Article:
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August's Featured Ingredient is the Peach 

The peach is from a deciduous tree that bears edible juicy fruits including nectarines.  While peaches have fuzzy skins, the nectarine has a smooth, glossy skin.  Peaches and nectarines are of the same species, and yet in stores, they’re regarded as different fruits.  Interesting tid-bit (??):  The pit or stone as it is referred to, has a similar taste to that of almonds.  For this reason it is used to make a ‘cheaper’ version of marzipan (a confection made with ground almonds, sugar, and honey) called persipan.  Bonus for people with nut allergies.  Thank you Wikipedia!!


In addition to the peach recipes I’m experimenting with, I’m also sharing my dear friend Ron’s recipe for Jucy-Lucys:  hamburgers with a delicious attitude.   A must try!  They’re a nice change of pace from the humble grilled hamburger.  I also have a recipe for zucchini pancakes which will be served up as an appetizer at our International Kabob Potluck Challenge. 

Juicy-Lucy Burger

Jucy-Lucy Hamburgers

Zucchini Pancakes with Tzatziki Sauce

The following are the peach recipes I experimented with: 

Peach & Goat Cheese Tartlets

Peach Caprese Salad

Peach & Blueberry Yogurt Cake

hand mixer

August Featured Kitchen Utensil: 


Kitchen Tongs

While there are a multitude of uses for this handy item, I find them essential for turning foods on the grill. They're also helpful when mixing pasta with sauces, & serving salad & other items. 

 Culinary Tips, Techniques, & Trivia...


Unless you’ve gone to a farmer's market or a ‘pick your own peach orchard’, chances are pretty high that the peaches you purchased in a supermarket aren’t ripe.  The reason for this is  peaches get picked while they’re still firm so they’ll survive the shipping trips to their final destinations.  Here’s a tip to speed up the ripening process that you can do at home.  According to an article written by Vanessa Greaves for, peaches emit ethylene gas, which is a naturally occurring plant hormone that triggers the ripening process.  Enclosing the peaches in a bag (brown paper bags work best), traps the gas and speeds up the ripening.  Some people suggest adding an apple or banana to the bag to boost ethylene levels.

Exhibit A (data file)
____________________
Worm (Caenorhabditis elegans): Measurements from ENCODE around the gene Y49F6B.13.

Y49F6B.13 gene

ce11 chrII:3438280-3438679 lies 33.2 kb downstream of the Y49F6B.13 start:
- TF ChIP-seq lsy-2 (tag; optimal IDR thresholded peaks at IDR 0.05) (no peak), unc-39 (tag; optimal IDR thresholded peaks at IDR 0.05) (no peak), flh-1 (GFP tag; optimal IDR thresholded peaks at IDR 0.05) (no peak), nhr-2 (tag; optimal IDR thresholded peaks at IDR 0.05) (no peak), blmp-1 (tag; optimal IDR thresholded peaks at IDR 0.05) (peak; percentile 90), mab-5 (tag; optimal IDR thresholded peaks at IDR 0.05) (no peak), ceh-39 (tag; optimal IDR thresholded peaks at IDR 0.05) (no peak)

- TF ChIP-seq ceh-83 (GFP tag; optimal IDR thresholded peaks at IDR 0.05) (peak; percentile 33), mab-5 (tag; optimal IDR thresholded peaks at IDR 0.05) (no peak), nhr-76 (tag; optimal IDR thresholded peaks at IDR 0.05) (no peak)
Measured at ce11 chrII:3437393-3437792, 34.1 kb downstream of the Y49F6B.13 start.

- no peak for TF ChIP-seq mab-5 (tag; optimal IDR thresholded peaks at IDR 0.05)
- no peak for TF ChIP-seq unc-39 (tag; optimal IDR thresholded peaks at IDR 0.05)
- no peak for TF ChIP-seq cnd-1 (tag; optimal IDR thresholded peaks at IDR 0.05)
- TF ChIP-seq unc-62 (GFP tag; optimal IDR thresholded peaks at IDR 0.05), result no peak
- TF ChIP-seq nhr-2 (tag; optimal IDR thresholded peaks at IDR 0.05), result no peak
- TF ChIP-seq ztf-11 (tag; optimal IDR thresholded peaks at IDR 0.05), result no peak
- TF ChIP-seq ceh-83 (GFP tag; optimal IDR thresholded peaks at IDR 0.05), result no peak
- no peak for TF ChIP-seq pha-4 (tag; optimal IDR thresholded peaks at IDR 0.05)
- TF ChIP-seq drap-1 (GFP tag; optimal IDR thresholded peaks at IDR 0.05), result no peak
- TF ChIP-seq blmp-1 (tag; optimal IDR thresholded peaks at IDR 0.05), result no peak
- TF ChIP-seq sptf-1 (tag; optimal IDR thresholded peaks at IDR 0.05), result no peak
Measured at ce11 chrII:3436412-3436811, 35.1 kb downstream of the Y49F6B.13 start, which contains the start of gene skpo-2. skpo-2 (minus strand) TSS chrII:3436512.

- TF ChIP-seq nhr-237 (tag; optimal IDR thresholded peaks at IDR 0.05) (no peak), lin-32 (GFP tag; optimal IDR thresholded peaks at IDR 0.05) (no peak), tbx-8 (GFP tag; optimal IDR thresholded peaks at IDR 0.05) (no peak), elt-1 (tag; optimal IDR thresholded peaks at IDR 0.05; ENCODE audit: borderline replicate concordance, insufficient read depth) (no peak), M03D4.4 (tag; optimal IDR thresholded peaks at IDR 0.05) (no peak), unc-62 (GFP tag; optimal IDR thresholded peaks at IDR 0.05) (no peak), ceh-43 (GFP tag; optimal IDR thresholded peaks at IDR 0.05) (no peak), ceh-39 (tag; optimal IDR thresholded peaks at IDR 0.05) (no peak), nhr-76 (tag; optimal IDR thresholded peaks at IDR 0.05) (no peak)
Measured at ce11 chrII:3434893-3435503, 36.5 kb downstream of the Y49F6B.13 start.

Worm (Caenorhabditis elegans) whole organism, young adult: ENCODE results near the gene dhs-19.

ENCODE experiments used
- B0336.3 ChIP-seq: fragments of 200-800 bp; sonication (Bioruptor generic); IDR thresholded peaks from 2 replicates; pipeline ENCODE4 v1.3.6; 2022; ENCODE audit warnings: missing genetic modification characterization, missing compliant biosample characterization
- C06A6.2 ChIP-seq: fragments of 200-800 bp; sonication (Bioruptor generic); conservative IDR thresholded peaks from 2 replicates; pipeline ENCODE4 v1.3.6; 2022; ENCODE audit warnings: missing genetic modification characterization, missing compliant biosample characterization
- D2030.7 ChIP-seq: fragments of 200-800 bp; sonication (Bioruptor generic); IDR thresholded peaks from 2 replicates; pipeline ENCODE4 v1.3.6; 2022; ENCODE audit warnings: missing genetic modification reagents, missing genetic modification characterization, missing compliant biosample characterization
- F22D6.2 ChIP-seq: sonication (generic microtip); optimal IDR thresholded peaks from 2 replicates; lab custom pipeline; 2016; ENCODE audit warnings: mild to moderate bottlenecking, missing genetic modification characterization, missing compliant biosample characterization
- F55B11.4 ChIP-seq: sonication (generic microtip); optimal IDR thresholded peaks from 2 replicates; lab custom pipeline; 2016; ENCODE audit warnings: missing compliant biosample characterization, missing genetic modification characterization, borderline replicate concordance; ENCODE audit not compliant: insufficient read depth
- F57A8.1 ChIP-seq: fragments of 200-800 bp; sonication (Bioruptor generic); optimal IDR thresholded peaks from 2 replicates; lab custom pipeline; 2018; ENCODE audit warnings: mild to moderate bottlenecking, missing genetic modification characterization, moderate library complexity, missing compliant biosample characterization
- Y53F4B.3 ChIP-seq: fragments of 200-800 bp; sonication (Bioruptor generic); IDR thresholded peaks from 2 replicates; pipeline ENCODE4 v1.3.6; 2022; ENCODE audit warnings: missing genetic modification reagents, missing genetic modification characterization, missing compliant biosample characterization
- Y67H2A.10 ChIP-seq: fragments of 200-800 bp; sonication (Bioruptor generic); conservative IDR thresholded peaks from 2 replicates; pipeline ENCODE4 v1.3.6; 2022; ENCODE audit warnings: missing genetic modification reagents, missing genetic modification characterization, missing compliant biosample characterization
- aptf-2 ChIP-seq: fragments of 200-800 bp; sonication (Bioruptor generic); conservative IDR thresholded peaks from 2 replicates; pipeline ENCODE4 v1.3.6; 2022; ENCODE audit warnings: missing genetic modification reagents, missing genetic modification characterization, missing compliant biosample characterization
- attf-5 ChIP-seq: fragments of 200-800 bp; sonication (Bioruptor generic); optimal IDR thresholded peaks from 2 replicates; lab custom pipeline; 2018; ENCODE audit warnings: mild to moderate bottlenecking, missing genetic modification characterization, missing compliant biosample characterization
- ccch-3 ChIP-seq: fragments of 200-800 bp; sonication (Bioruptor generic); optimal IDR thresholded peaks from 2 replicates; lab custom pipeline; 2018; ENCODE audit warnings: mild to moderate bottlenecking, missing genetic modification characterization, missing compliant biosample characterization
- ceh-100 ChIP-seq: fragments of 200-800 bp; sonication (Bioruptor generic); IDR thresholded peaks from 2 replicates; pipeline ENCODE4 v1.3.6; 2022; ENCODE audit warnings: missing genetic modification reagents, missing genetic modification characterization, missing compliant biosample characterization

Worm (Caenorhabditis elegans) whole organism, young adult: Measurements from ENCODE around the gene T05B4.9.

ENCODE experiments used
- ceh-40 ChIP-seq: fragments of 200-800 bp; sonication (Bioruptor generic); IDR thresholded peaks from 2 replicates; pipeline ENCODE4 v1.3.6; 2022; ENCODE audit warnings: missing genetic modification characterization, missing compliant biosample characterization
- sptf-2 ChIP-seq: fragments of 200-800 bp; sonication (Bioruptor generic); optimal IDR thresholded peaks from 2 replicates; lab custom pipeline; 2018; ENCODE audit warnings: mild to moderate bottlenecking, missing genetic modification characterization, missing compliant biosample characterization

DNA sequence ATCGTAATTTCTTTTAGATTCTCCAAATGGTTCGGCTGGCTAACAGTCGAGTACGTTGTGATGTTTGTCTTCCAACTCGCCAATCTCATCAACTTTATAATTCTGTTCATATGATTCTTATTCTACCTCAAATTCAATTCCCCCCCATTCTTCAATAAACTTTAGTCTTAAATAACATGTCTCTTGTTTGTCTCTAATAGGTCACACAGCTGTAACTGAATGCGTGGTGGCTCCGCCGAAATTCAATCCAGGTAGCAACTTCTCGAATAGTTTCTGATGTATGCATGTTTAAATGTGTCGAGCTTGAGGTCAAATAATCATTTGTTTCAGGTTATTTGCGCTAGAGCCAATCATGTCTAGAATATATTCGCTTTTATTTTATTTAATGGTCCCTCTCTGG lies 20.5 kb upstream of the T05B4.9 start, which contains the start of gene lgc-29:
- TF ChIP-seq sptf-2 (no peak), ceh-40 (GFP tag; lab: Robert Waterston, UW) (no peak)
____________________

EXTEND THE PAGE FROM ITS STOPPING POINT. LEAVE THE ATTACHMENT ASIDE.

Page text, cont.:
Peaches in a paper bag

Steps for speeding up the ripening process:

 Start by picking peaches that have the least amount of green color in the stem area, and are free from bruises.  

Next, lay a bag on its side and put the peaches inside, stem side down.  Do not allow the peaches to touch each other.  This allows for maximum ethylene release.  If you have a lot of peaches, you’ll need more bags. Place an apple or banana in the bag if you choose.  Close up the bag & seal tightly.

Leave on a counter at room temperature, undisturbed for 24 hours and then check on them.  They should smell “peachy” and have a warm yellow undertone.  Depending upon how ripe they were to start with, this may take more than 24 hours.  

Peaches in a paper bag

It's 5:00 somewhere!

White Wine & Peach Sangria

August's cocktail

is white wine peach sangria. Deliciously refreshing on a hot summer evening! 


Ingredients for Peach Cocktail
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